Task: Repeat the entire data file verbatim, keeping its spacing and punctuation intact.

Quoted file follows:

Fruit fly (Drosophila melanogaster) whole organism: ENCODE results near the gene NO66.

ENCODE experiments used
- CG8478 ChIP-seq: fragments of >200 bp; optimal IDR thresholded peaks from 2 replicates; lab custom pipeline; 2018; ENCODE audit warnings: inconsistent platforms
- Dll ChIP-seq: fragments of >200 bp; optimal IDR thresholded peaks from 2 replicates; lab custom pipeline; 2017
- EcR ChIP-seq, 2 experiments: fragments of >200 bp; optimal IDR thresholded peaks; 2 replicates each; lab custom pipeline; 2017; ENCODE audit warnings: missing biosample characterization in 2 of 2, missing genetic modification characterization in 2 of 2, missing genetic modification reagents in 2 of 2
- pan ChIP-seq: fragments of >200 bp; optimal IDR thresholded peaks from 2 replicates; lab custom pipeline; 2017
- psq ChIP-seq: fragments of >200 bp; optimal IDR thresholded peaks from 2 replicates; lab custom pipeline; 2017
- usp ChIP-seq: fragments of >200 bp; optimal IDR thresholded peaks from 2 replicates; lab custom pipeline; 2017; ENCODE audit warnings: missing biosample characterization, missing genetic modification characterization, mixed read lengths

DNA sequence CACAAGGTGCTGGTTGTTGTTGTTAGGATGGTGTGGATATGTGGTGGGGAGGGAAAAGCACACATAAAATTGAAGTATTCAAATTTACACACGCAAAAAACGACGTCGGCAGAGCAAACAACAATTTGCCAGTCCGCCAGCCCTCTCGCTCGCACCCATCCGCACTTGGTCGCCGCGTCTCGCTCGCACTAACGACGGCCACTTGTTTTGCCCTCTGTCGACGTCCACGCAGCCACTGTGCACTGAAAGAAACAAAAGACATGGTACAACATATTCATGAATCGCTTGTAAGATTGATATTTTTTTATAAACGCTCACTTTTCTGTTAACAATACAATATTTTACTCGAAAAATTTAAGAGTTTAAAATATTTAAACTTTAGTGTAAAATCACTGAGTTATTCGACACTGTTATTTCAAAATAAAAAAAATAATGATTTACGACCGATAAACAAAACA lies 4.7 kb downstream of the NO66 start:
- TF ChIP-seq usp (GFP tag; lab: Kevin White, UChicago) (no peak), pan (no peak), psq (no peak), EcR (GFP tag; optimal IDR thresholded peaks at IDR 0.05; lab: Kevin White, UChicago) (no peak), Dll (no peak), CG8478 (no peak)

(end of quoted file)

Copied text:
Fruit fly (Drosophila melanogaster) whole organism: ENCODE results near the gene NO66.

ENCODE experiments used
- CG8478 ChIP-seq: fragments of >200 bp; optimal IDR thresholded peaks from 2 replicates; lab custom pipeline; 2018; ENCODE audit warnings: inconsistent platforms
- Dll ChIP-seq: fragments of >200 bp; optimal IDR thresholded peaks from 2 replicates; lab custom pipeline; 2017
- EcR ChIP-seq, 2 experiments: fragments of >200 bp; optimal IDR thresholded peaks; 2 replicates each; lab custom pipeline; 2017; ENCODE audit warnings: missing biosample characterization in 2 of 2, missing genetic modification characterization in 2 of 2, missing genetic modification reagents in 2 of 2
- pan ChIP-seq: fragments of >200 bp; optimal IDR thresholded peaks from 2 replicates; lab custom pipeline; 2017
- psq ChIP-seq: fragments of >200 bp; optimal IDR thresholded peaks from 2 replicates; lab custom pipeline; 2017
- usp ChIP-seq: fragments of >200 bp; optimal IDR thresholded peaks from 2 replicates; lab custom pipeline; 2017; ENCODE audit warnings: missing biosample characterization, missing genetic modification characterization, mixed read lengths

DNA sequence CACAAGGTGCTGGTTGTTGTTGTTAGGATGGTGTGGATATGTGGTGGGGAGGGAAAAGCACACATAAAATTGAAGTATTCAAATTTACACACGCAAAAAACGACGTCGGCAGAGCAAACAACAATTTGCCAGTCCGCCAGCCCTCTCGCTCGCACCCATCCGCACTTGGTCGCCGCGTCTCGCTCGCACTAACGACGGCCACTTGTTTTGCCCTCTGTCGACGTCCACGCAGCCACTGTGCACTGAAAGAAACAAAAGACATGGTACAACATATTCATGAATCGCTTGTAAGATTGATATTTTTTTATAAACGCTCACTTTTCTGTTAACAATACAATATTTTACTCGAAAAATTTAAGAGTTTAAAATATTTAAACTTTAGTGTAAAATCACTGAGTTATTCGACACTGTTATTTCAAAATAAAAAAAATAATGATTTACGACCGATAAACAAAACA lies 4.7 kb downstream of the NO66 start:
- TF ChIP-seq usp (GFP tag; lab: Kevin White, UChicago) (no peak), pan (no peak), psq (no peak), EcR (GFP tag; optimal IDR thresholded peaks at IDR 0.05; lab: Kevin White, UChicago) (no peak), Dll (no peak), CG8478 (no peak)